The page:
Acclaimed songwriter and performer, Hamilton Leithauser, who rose to popularity in the early 2000s with his stirring rock ‘n’ roll band, The Walkmen, remembers before any of that standing in the Guggenheim Museum with his thoughts. One summer, as a young person, Leithauser worked as a security guard in the New York City museum and, as such, he stood there for countless three-hour shifts. The most effort he put forth then was to occasionally tell a person to stay back from a painting. But the time – before cell phones – forced upon Leithauser many hours to think. With these moments, he composed a handful of songs that would eventually lead him toward more creative successes. Leithauser will release his latest creative endeavor, Live at Café Carlyle, on September 4th.
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“It was the most boring job I’ve ever had,” Leithauser says. “I would stand in a room and stair at paintings and talk in circles and drive myself insane. But six-weeks into that job I was so bored that I started thinking about music very mathematically. I started piecing music together. That’s the way it started for me.”
Leithauser laments the current state of affairs in which he’s not able to focus on work in these same ways. Cell phones, complete with their emails and texts, often prevent Leithauser from having the extended hours on end he needs to focus in the way he once did. Even today, with the world stricken by a global health pandemic, Leithauser still doesn’t have the same freedoms. Today, he says, more than anything, Leithauser particularly misses playing live. He misses the road and sharing moments with fans who know his work. In fact, that’s one of the reasons he decided to release the new intimate live album.
“I had forgotten that I’d recorded one of my shows at the Carlyle,” says Leithauser, who’s enjoyed a standing residency at the prestigious hotel for a few years. “I found it on a hard drive a couple of months ago. That show was supposed to be the beginning of a huge tour for me. I’d be in the middle of it right now, playing all around the world.”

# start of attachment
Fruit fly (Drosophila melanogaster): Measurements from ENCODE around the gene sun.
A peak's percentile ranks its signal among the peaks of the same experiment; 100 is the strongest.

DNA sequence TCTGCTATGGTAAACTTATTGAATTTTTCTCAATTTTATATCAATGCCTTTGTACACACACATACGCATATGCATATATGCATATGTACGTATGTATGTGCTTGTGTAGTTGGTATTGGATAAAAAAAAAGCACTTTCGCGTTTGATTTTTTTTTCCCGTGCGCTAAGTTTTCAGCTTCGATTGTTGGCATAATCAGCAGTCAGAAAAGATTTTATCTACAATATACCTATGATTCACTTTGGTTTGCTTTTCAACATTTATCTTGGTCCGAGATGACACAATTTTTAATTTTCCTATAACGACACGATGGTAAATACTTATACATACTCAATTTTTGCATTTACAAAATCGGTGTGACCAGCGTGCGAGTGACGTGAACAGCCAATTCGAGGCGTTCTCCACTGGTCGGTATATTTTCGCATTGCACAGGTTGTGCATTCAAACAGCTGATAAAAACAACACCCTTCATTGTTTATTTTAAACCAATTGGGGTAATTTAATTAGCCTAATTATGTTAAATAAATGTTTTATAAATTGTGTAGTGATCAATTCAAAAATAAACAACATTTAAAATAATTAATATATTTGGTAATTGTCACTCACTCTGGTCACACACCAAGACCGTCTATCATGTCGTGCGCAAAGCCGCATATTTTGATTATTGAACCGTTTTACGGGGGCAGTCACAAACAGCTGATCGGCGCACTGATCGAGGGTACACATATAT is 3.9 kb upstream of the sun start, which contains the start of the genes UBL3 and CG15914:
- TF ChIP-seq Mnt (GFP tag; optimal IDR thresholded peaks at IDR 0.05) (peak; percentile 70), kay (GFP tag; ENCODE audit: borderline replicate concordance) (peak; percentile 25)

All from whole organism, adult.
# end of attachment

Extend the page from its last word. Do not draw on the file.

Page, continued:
For Leithauser – and, perhaps for many of his fans – the live record is the closest thing they’ll all come to a live show. Speaking about that reality, Leithauser’s voice goes sullen. It approaches hopelessness. He says he doesn’t know when live shows will come back and, in doing so, it almost sounds like Leithauser doesn’t know when his lifeline will return. That is at least somewhat creatively stifling, he says, because if Leithauser doesn’t know when he can tour an LP of new work, he’s not sure how he can muster the verve to produce one.
“You never feel the songs are totally yours until you go play them for people,” he says. “I like playing live. And right now I wish I could have done it more.”
One of Leithauser’s first memories is a live concert. He remembers his father playing in a band when he was a boy. He remembers a chili cook-off in Arlington, Virginia. He remembers later hearing the Rolling Stones on the stereo at home and he remembers buying Michael Jackson’s Thriller with his own lemonade money. In high school, Leithauser played in a band and he was the singer – though, he never felt like a front man. In college, he joined another band and, again, sang. Still, though, Leithauser was shy. But when that band dissolved and he started up The Walkmen in 2000 with four friends, he finally found his groove. He incorporated significant vibrato and vocal inflection when he sang with the group.
“I was born with a loud voice,” he says.
Leithauser, who released his latest solo studio LP, The Loves of Your Life, on April 10th, can still recall the charm and bubbling potential he felt when releasing his first with The Walkmen. When he first thought of himself as a musician, like many before him, he wanted to be like The Beatles. But as his own creativity came into focus, and as the first few records started selling off the shelf of local record stores, he knew his own special thing was beginning. After years of playing to minimal audience members, as The Walkmen put out more songs, people began to line up for gigs.
“When our first record came out, people were singing along at shows,” Leithauser says. “We’d never had that happen before. When you start selling out the show ahead of time and people are buying your record, that’s an incredibly exciting time. It doesn’t get better than that.”
But despite the success and band name recognition, Leithauser decided at one point that he needed new creative challenges. In some ways, he says, he thought The Walkmen had achieved everything they could. So, Leithauser decided to head off solo and pursue new avenues and take new artistic risks. Today, as he follows that instinct, his thirst for creative exploration and finding new sonic territory remains steadfast, whether that be a new song, fan connection, instrument or record release.
“It’s not often,” Leithauser says, “but when you find a new way of looking at the same problem, that can be the most exciting thing in the world. That’s the best part. All of a sudden, you feel like everything is possible.”